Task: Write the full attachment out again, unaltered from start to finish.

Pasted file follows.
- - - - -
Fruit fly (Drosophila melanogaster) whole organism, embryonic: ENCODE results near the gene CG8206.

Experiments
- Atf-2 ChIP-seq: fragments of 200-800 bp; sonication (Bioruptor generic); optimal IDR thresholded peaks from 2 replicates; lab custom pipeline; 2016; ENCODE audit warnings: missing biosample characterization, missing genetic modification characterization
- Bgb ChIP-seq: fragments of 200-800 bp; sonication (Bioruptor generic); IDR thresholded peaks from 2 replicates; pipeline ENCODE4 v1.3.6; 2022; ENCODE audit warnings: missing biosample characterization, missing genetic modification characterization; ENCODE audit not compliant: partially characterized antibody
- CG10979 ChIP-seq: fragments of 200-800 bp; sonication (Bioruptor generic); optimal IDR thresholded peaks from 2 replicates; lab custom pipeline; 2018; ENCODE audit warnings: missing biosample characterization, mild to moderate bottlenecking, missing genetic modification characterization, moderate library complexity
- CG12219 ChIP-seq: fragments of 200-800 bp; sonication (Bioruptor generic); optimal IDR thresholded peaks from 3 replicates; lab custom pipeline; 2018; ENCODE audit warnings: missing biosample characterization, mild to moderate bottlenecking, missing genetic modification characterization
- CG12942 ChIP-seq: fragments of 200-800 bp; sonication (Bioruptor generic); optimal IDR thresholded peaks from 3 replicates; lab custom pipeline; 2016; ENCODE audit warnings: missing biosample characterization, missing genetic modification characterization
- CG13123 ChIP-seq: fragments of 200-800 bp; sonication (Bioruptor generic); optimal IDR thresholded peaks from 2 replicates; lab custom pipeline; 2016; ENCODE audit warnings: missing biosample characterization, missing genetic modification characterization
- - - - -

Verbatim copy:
Fruit fly (Drosophila melanogaster) whole organism, embryonic: ENCODE results near the gene CG8206.

Experiments
- Atf-2 ChIP-seq: fragments of 200-800 bp; sonication (Bioruptor generic); optimal IDR thresholded peaks from 2 replicates; lab custom pipeline; 2016; ENCODE audit warnings: missing biosample characterization, missing genetic modification characterization
- Bgb ChIP-seq: fragments of 200-800 bp; sonication (Bioruptor generic); IDR thresholded peaks from 2 replicates; pipeline ENCODE4 v1.3.6; 2022; ENCODE audit warnings: missing biosample characterization, missing genetic modification characterization; ENCODE audit not compliant: partially characterized antibody
- CG10979 ChIP-seq: fragments of 200-800 bp; sonication (Bioruptor generic); optimal IDR thresholded peaks from 2 replicates; lab custom pipeline; 2018; ENCODE audit warnings: missing biosample characterization, mild to moderate bottlenecking, missing genetic modification characterization, moderate library complexity
- CG12219 ChIP-seq: fragments of 200-800 bp; sonication (Bioruptor generic); optimal IDR thresholded peaks from 3 replicates; lab custom pipeline; 2018; ENCODE audit warnings: missing biosample characterization, mild to moderate bottlenecking, missing genetic modification characterization
- CG12942 ChIP-seq: fragments of 200-800 bp; sonication (Bioruptor generic); optimal IDR thresholded peaks from 3 replicates; lab custom pipeline; 2016; ENCODE audit warnings: missing biosample characterization, missing genetic modification characterization
- CG13123 ChIP-seq: fragments of 200-800 bp; sonication (Bioruptor generic); optimal IDR thresholded peaks from 2 replicates; lab custom pipeline; 2016; ENCODE audit warnings: missing biosample characterization, missing genetic modification characterization